Guest Blog Post by Enhance the UK

Large Plain Text Guest Blog Post By Enhance the UK

We would like to welcome Zoe as our first guest blogger; she very eloquently describes a situation faced by thousands of disabled people as Social Care budgets come under pressure across the UK. Her story isn’t an isolated case; it may resonate across the UK. The tricky balancing act between financial considerations and a duty to promote and facilitate independence is becoming ever more precarious. Enhance the UK is an organisation that we feel we have a lot in common with if you would like to know more please visit their site.

So the ‘cuts’ seem to be having a particularly negative impact on the lives of disabled people. I was faced with the magnitude of this potential impact about 18 months ago when my live-in care was nearly taken away from me within the space of one swift phone call.

I was told that the manager, after reading my review that the social worker had written up, had said ‘well lots of people in the community have arthritis that doesn’t have live-in care so why is this girl getting it?’. I obviously retorted that they aren’t as bad as me; wheelchair bound and virtually every joint in my body working to about 20% of its capacity. I tried to explain over the phone my limitations and how far I could reach etc…To which the response was ‘but you said you play Table Tennis, so if your arms are so bad how come you can still do this?’ I was horrified by the ignorance shown and welcomed them to come and watch me play and see that I won’t suddenly be stretching right over the table and running rings around it! In the year of the greatest Paralympics being held in our home town, to then have the fact that I try to still play sport be used against me, was astonishing!

Wondering how on earth I was going to cope without live-in care, I was told I could have daily care where I would have a ‘breakfast call’ to get me up in the morning, probably a ‘lunch-time’ call, and then a ‘tea time’ call to give me dinner and put me to bed. Now I know what this means.. A call no later than 8 or 9pm..so say good bye to any social life..and I currently lead a very active one, meeting friends most evenings and going to bed fairly late. Another alternative gently suggested to me would be to live in a ‘care home’……. My freedom, choice and independence was seemingly teetering on the edge of a cliff.

Then the biggest bomb-shell of all.. ‘How will I toilet through the day if my carer only comes at set times?’ I said. ‘Have you ever considered using nappies?’ Er, NO!!!!!!! because I am fully continent and 32 years old so, no, the thought of gratuitously wetting myself hadn’t really occurred to me funnily enough.. By this time in the phone call, liquid WAS gratuitously being released from my body, but from my tear ducts. I was distraught – could my ‘relatively normal’ life just be taken away from me like this? I felt so vulnerable and powerless I cannot tell you. Also very frightened.

Being disabled, we don’t have the freedom of choices that our able-bodied friends do..such as which houses we can rent/buy, where we can go on holiday, access to buildings, hotels, transport, pathways, toilets etc. Every day we have to plan and be aware where we can go – its hard to be spontaneous .. Fortunately, we live in a country that does (usually) support us, alleviating some of the major stress of living with a disability by having people to help and care for us. With the threat of this being taken away, I now felt like a ‘Nobody’ and utterly helpless with my life being in the hands of some grey-suit that would never actually meet ME and respect the life I have carved out for myself which has taken a lot of adjusting to, mentally and physically.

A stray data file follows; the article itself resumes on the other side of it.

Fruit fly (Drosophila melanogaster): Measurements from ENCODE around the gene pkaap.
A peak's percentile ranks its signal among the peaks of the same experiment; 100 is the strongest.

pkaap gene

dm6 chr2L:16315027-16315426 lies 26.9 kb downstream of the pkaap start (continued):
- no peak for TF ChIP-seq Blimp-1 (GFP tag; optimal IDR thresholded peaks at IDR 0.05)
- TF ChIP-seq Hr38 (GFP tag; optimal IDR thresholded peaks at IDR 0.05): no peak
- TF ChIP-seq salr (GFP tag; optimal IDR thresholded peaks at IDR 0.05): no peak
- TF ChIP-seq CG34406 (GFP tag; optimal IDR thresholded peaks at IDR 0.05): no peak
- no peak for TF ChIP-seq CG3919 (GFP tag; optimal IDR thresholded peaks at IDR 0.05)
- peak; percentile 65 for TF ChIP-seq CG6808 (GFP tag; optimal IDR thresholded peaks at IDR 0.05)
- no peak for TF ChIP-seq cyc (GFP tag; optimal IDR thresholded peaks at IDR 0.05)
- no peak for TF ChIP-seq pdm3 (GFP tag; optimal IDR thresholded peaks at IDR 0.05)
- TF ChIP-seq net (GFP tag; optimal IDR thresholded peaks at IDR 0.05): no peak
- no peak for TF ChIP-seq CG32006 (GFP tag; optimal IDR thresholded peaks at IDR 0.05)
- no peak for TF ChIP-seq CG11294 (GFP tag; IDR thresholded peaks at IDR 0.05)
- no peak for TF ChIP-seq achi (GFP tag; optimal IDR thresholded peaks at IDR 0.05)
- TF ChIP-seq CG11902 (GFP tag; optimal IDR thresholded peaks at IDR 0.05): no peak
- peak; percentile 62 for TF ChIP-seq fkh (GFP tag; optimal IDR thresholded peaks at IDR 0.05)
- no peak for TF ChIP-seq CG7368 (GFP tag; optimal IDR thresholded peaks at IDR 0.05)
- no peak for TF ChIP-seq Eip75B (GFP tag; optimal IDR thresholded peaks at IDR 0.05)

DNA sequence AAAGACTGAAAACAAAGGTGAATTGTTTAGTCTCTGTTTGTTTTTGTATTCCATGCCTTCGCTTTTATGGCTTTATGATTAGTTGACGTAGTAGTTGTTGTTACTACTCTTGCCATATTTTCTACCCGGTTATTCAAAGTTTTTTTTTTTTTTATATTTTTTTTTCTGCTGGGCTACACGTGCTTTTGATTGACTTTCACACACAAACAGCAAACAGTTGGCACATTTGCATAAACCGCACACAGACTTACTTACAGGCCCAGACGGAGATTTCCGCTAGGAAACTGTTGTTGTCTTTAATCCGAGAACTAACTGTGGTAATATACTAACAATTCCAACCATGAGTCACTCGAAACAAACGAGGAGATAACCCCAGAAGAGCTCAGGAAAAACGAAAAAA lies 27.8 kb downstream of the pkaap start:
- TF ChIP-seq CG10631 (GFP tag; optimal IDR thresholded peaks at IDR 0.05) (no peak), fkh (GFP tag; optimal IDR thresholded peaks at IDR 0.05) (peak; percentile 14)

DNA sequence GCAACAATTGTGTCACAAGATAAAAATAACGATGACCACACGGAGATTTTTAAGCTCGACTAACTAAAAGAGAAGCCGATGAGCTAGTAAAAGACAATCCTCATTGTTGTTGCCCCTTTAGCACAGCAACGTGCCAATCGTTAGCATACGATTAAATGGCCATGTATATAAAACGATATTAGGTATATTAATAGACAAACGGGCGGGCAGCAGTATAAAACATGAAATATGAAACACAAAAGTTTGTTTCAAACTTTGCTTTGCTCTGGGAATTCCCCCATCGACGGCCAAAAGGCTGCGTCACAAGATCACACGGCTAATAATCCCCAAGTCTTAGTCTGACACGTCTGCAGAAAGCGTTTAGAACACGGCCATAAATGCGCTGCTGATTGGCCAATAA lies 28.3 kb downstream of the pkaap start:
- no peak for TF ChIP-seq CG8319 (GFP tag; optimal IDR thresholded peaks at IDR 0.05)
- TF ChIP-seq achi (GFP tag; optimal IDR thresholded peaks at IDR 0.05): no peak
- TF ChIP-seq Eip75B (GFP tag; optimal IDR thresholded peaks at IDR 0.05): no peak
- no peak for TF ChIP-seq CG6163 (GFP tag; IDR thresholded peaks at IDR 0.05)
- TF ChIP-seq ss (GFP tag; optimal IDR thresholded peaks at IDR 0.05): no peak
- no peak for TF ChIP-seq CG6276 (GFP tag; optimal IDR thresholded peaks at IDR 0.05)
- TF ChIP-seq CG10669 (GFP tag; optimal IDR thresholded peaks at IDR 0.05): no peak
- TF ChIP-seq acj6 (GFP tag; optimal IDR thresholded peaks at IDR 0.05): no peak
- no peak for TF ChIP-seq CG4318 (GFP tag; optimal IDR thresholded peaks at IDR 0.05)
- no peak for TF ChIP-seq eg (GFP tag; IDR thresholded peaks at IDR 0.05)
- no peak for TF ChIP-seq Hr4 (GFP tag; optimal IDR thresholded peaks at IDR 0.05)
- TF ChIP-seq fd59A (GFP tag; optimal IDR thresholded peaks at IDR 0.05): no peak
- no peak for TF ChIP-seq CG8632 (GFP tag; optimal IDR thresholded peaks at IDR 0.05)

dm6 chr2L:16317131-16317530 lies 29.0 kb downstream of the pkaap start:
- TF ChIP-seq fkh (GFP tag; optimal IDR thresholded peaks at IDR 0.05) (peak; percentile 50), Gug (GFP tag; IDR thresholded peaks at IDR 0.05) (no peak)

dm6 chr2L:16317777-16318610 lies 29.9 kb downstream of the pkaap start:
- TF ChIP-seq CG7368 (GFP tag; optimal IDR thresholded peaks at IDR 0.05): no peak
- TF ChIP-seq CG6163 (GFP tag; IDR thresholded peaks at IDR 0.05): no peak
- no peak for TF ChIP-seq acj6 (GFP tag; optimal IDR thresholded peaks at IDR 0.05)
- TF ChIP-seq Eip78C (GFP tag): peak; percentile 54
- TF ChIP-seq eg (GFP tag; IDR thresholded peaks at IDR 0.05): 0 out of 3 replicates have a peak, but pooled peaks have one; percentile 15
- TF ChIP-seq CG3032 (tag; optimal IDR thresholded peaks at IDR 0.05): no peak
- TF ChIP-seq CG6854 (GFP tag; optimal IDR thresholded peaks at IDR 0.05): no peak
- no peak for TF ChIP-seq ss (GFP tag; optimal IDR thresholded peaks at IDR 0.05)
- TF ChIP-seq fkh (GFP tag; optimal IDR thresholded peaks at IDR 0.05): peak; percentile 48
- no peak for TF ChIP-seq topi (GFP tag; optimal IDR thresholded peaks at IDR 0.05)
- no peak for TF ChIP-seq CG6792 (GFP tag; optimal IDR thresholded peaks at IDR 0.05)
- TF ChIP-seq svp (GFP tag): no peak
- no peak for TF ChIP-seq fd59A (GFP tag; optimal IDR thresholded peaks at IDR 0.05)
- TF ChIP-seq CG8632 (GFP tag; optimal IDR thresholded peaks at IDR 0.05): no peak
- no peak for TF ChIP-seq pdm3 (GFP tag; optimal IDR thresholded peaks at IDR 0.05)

There has been so much progress with disability awareness and giving disabled people their independence back, with suitable housing, access to work and schemes such as Motability to enable us to drive again that it seems so backwards taking this all away from us and potentially institutionalising us in care homes (such an archaic attitude of ‘keep them away from society’!!) or leave us house bound in our own homes. I cannot get in my car on my own, I cannot wheel myself long distances to get further than my own driveway, I cannot reach into cupboards to make a snack or a meal and cannot pick up things I have dropped. So with their plan of action I would have to have been housebound, waiting for the thrice daily visit from a RUSHED carer, just staring at a TV, unable to plan meeting my friends or going to my hobbies in the evenings… oh and just sitting there wetting my pants. Sounds ideal doesn’t it?

Fortunately, as I have a brain and the support of friends and family, I was able to write a 4000 word document explaining exactly why I need 24 hour care. My social worker, once properly recognising my situation, was very supportive in presenting my case to the Appeals Panel where they also agreed I should keep my care. I feel for the people that would just accept what had been given to them and not have the wherewithal to defend themselves. Where would they be now?

Zoe Lloyd

Thanks Zoe, the last paragraph sums it up brilliantly, because Zoe understands the system, could make her case she manged to change the decision. Many people either dont know, or lack the confidence to do this. We want to focus on providing some basic step-by-step guides to what your rights are and what you should reasonably be able to expect.

Whats your experience of Social Care?

Please share any tips or ideas you have that could help others

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